Pet Talk: Schedule your pet’s annual health examination
In my many years of veterinary practice I have seen many trends in veterinary care.
Most recently, I have seen a trend towards vaccine clinics and quick-stop-shopping for cheap veterinary care. I feel as a profession, we are forgetting what is the most important part of our patient’s overall health: the annual wellness exam.
By administering vaccines only, we are doing our patients and customers a disservice as we are leading our customers to believe that a vaccine is assuring the pet is healthy, which is so untrue.
The most important component of assuring a pet has the longest, most pain-free and healthiest life as the years progress, your pet should have an annual examination. The annual examination is so important in many ways.
A full history of the pet’s background
During the history, your veterinarian is able to learn about what habits in your pet’s life may or may not have changed which can indicate early disease. Your veterinarian can also assess your pet’s diet, as well as travel plans so that your pet may be protected against diseases prevalent in other parts of the country. Examples where history can be so important are in older pets where perhaps appetite is decreased, or water consumption has increased, or perhaps new lumps have appeared that could be cancerous. All of these are discussed in detail and are so important as your veterinarian tries to assure your pet is receiving the best medical care necessary for their age of life.
Temperature: Increases or decreases can indicate infection, cancer, inflammation, hypothermia and more.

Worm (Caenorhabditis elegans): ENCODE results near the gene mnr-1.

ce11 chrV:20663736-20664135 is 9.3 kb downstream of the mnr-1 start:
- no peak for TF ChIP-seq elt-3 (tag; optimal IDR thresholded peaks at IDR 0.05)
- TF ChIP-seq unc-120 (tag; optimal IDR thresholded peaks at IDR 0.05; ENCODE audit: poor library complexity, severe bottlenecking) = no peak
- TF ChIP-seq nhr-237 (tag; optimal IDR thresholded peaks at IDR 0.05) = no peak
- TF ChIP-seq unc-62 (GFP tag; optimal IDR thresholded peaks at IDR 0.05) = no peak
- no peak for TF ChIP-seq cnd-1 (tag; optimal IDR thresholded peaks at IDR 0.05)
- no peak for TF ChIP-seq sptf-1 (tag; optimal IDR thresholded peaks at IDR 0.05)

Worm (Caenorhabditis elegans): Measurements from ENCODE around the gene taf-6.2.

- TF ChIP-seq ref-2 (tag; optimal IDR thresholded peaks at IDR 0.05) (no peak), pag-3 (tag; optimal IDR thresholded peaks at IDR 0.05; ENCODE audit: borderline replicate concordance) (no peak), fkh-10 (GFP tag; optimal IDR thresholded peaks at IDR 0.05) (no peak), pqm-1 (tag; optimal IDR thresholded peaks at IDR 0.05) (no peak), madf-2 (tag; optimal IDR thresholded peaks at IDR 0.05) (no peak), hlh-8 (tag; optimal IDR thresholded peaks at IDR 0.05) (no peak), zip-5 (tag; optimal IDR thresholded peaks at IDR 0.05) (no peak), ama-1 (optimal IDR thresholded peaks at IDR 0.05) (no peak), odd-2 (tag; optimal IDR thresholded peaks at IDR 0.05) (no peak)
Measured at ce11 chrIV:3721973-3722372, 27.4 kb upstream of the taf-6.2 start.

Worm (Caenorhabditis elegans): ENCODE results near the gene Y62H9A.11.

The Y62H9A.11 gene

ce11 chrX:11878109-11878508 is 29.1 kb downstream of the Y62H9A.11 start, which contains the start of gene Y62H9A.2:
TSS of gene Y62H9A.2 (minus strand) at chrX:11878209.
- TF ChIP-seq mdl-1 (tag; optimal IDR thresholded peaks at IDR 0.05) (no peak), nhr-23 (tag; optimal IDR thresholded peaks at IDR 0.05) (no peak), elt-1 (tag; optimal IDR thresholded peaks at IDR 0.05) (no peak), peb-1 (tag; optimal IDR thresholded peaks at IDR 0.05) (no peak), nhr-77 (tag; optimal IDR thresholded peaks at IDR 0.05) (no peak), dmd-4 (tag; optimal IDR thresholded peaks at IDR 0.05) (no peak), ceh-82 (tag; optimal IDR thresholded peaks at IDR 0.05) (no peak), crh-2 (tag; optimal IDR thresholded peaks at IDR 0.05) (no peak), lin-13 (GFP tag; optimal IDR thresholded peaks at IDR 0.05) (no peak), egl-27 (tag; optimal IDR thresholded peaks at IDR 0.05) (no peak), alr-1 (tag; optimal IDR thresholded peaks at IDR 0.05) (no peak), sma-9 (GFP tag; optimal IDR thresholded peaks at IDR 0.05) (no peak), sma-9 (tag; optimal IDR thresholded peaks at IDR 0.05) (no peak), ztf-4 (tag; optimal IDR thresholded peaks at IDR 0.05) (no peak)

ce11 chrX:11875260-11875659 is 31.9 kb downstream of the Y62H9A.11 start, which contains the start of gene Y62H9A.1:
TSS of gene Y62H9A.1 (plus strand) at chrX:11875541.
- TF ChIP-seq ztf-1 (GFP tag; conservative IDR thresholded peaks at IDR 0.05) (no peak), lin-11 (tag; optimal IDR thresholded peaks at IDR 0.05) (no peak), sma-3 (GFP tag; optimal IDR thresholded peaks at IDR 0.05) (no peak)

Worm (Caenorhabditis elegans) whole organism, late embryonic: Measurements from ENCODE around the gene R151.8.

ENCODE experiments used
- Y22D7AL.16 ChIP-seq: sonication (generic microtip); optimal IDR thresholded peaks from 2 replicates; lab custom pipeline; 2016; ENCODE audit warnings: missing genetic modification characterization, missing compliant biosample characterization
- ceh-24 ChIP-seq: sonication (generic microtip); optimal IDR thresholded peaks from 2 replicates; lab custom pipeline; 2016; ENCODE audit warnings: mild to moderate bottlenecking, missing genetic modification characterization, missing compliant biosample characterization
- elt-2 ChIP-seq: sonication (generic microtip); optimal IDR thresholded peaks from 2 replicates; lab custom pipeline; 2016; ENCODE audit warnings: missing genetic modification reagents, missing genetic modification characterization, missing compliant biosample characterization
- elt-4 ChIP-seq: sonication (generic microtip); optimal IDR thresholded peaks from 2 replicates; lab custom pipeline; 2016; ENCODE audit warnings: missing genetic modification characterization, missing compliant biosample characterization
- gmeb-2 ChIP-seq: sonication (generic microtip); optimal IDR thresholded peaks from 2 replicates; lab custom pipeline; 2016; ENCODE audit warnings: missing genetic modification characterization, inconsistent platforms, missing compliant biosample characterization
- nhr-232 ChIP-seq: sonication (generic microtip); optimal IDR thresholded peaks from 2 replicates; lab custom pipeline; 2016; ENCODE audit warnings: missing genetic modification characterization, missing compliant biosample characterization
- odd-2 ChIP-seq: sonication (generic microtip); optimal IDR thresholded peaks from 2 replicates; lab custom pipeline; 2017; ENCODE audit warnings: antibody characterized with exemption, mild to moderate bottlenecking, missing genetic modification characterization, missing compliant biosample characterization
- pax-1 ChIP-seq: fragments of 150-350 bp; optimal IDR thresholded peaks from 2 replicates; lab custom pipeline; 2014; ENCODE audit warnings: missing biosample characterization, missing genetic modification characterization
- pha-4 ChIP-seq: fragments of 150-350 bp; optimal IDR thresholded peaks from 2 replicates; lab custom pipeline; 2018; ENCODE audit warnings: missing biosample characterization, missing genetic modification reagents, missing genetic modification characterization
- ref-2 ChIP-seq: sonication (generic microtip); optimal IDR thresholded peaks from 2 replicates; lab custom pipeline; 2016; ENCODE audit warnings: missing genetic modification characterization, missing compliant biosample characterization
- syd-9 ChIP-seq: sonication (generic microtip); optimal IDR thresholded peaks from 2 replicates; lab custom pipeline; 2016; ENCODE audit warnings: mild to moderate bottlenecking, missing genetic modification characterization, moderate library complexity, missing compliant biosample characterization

Pulse: A pulse will allow us to assess cardiac arrhythmias, anemia potential, dehydration and more.
Respiration: Respirations reflect the breathing pattern in a pet which can be altered due to infections, infiltrative lung disease, asthma and even heart disease.
Head to toe
Eyes: Eyes are examined for evidence of early cataracts, tumors, eyelid masses, as well as neurological diseases in addition to many immune disorders that can alter your pet’s vision.
Ears: Ears are examined for evidence of inflammation, infection, “foreign bodies” as well as parasites which can effect your pet’s hearing.
Mouth: The mouth is examined for evidence of oral disease, fractured teeth, oral cancers, abscessed teeth and early evidence of cavities.
Lymph nodes: Enlarged lymph nodes can indicate systemic disease and even cancer such as lymphoma.
Heart and lungs: The heart and lungs are examined to determine pulse and respiration as well as heart diseases including heart murmurs, heart failure and arrhythmias.
Abdomen: Organs, tumors and abdominal foreign bodies can all be detected with abdominal palpation.
Joints: Your pet’s joints can all be felt for arthritis, congenital abnormalities, sports injuries or other orthopedic conditions that could be causing them pain.
Skin: Underlying diseases can be reflected in your pet’s coat, for example lack of grooming can indicate disease. The skin is also checked for lumps which can potentially be cancerous.
A fecal sample may be obtained during the exam to check your pet for parasites and a complete laboratory analysis of your pet’s bloodwork may be obtained to give a more complete look at your pet’s health.
In conclusion, to provide your pet the healthiest life possible, schedule that annual wellness exam today.
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